July 30, 1864
Maj. J.R. McLean
My attention has been called by Mrs. Speer to your letter of the 27th to her husband, the Sheriff. The Sheriff is absent and will be for a day or two and Mrs. Davis leaves here this morning for Camp Vance. I write to give you some information in regard to the “Yadkin refugees” now in your custody.
There are bills of indictment and capiases in the hands of the Sheriff against Wm, Lee and Ben Willard for the murder of James West & John Williams in the School House fight. Also against Enoch Brown and Hardee Allgood who are said to have been captured with the Willards. These men are all conscripts and have been ordered into service and one of them, Allgood, is a deserter from the Army. It will not do to send them to the county to be imprisoned, our jail is entirely unsafe, to say nothing of the danger of their being rescued by their friends as heretofore. Elkaha did assist in forcing the jail a few weeks ago as can be proven. He did not try to disguise himself.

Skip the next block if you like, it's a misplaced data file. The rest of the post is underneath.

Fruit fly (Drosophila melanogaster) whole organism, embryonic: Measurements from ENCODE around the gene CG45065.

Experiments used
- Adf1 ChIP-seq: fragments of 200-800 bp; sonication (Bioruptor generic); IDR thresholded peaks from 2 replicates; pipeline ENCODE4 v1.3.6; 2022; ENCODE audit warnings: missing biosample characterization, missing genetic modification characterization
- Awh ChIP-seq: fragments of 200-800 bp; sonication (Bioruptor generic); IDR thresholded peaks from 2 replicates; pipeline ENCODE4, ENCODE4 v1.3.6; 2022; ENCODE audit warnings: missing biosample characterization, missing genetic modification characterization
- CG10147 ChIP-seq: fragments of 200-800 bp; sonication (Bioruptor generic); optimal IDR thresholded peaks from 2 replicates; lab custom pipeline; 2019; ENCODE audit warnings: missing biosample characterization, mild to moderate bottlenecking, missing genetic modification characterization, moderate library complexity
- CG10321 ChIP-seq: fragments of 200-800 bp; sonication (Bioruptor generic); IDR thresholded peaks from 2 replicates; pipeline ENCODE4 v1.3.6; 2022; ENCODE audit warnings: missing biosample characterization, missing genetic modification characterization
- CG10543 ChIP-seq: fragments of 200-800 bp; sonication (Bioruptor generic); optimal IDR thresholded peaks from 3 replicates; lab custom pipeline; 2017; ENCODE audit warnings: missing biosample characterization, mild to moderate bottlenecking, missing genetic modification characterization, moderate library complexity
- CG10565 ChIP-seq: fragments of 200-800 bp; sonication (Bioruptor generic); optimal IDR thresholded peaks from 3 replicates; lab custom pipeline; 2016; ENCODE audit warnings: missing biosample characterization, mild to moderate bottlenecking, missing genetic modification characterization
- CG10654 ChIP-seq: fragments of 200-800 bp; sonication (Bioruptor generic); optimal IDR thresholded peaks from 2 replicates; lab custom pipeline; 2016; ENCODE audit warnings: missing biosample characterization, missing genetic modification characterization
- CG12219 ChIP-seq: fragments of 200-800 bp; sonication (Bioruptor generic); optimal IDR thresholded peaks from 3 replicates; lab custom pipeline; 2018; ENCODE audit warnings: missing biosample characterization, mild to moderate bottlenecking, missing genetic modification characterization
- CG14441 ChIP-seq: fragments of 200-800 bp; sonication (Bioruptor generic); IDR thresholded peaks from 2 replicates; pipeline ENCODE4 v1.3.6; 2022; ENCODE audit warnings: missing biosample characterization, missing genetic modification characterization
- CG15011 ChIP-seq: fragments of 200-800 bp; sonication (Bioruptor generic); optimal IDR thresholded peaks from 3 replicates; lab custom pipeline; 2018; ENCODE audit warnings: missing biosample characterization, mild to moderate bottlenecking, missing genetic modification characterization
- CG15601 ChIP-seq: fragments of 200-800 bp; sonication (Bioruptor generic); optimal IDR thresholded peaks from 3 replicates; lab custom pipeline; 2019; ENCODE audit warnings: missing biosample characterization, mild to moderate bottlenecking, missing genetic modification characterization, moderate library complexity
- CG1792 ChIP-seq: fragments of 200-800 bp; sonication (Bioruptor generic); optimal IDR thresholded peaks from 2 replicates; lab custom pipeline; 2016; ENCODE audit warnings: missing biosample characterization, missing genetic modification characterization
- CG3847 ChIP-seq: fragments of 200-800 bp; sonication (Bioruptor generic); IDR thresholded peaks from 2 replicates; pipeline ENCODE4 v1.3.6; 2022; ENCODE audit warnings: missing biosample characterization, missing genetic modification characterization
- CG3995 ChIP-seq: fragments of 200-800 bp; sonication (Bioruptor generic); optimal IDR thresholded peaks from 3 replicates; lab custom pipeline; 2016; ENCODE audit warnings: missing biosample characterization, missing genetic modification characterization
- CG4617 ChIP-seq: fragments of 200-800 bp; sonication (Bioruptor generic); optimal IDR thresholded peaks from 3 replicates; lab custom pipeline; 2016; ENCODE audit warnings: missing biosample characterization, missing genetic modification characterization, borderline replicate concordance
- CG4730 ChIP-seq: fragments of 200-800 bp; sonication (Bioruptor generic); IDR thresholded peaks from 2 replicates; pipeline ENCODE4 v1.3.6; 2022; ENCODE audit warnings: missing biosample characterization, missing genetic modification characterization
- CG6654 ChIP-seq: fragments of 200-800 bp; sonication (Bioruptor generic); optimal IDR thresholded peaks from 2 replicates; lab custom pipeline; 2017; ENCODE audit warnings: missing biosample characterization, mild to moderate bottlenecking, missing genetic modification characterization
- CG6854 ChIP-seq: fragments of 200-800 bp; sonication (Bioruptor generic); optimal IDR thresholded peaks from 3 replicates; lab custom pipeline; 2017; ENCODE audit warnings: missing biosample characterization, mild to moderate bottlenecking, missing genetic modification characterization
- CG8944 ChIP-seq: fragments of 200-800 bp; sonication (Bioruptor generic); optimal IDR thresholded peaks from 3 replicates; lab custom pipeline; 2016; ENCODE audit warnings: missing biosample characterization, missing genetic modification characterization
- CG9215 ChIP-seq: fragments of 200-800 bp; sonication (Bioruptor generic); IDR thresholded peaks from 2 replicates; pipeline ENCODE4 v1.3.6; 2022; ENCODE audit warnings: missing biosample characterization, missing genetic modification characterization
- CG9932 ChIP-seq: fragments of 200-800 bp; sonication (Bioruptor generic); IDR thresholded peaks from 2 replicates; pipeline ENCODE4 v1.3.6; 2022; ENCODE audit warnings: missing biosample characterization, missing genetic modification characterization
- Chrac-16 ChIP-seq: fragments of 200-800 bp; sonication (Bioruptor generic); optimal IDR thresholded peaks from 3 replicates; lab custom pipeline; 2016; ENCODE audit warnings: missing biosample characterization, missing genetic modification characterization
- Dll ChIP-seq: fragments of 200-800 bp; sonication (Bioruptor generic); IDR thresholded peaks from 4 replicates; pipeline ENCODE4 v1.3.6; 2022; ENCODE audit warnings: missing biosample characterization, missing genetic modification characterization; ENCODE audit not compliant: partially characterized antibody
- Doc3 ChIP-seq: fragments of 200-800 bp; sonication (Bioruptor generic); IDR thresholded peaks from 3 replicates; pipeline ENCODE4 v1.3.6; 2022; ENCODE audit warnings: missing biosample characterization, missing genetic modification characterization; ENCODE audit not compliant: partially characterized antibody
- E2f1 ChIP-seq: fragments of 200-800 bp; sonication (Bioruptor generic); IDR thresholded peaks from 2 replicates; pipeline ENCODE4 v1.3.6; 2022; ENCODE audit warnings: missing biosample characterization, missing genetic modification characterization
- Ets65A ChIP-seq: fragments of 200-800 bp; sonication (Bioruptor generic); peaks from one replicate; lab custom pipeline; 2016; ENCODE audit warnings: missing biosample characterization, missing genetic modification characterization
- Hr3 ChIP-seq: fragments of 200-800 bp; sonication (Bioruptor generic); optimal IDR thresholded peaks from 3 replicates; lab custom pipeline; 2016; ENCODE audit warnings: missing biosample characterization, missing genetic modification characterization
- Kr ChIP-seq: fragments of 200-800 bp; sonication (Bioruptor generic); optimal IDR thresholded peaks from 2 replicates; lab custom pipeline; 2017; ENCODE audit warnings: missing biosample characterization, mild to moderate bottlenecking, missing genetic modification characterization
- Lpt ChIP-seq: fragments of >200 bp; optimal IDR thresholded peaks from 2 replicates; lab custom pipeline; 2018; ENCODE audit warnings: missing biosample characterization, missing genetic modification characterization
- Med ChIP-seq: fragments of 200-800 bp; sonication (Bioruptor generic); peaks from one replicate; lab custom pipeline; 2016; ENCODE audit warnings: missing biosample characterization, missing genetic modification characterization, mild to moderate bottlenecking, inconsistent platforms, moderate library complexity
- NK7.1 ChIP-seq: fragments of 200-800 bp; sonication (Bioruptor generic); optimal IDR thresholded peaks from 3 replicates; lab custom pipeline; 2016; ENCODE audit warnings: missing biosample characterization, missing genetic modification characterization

A very important question is, what is to be done with the balance of these men who went off in that company with the Willards. It is worse than idle to send them to the army, better turn them loose here, because if sent to the army they will be certain to desert and will bring arms with them and perhaps induce others to desert. Doubtless, some better meaning men were persuaded off with them, but very few. If these men are allowed to get back to this country, we are now in a fair way to clean it out. At least the prospect is better than it ever has been. If they come back we shall have terrible times. As to what should be done with the Willards I can only suggest that they be kept in some very safe place until some action is taken in the matter.
I concur with the above. The Willards must not come back, and if they are sent to the army they will come.
I concur fully in this letter
Source: Christopher Watford, ed. The Civil War in North Carolina: Soldiers’ and Civilians’ Letters and Diaries, 1861-1865, Volume 1. Original in the Clewell Letters, North Carolina State Archives.
The story of the “Bond School House Affair” can be found in Frances Harding Casstevens” The Civil War and Yadkin County, North Carolina: A History. http://books.google.com/books?id=VLWLlOHsVIMC&printsec=frontcover#v=onepage&q&f=false